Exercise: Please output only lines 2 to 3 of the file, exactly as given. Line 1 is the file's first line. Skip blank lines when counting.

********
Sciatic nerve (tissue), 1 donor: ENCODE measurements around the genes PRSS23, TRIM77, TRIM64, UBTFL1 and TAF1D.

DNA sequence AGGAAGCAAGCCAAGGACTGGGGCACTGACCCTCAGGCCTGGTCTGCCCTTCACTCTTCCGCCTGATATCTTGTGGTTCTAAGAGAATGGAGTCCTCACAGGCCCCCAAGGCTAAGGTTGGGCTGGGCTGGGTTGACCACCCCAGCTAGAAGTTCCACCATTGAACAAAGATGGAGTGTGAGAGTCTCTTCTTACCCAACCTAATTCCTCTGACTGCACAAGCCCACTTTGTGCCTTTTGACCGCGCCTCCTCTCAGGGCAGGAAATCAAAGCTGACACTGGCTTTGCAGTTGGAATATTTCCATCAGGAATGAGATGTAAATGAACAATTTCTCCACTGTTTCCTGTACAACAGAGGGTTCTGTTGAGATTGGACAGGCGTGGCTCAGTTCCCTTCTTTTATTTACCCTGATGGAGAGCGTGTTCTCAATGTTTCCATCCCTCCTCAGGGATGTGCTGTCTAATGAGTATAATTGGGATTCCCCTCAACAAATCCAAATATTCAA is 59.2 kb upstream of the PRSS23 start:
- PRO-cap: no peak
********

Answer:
DNA sequence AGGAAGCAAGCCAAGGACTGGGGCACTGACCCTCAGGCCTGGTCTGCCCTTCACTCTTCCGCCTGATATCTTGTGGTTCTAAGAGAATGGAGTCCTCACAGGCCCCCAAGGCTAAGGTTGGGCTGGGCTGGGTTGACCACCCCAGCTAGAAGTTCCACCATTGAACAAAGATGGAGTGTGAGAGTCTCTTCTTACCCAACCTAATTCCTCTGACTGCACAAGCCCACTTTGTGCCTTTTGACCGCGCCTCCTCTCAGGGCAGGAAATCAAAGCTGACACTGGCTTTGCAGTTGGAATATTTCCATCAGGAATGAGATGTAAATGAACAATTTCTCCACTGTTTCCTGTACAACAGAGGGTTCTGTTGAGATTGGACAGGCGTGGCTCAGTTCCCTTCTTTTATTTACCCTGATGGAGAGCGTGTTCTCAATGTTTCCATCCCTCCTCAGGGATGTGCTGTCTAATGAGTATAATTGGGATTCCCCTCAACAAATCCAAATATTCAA is 59.2 kb upstream of the PRSS23 start:
- PRO-cap: no peak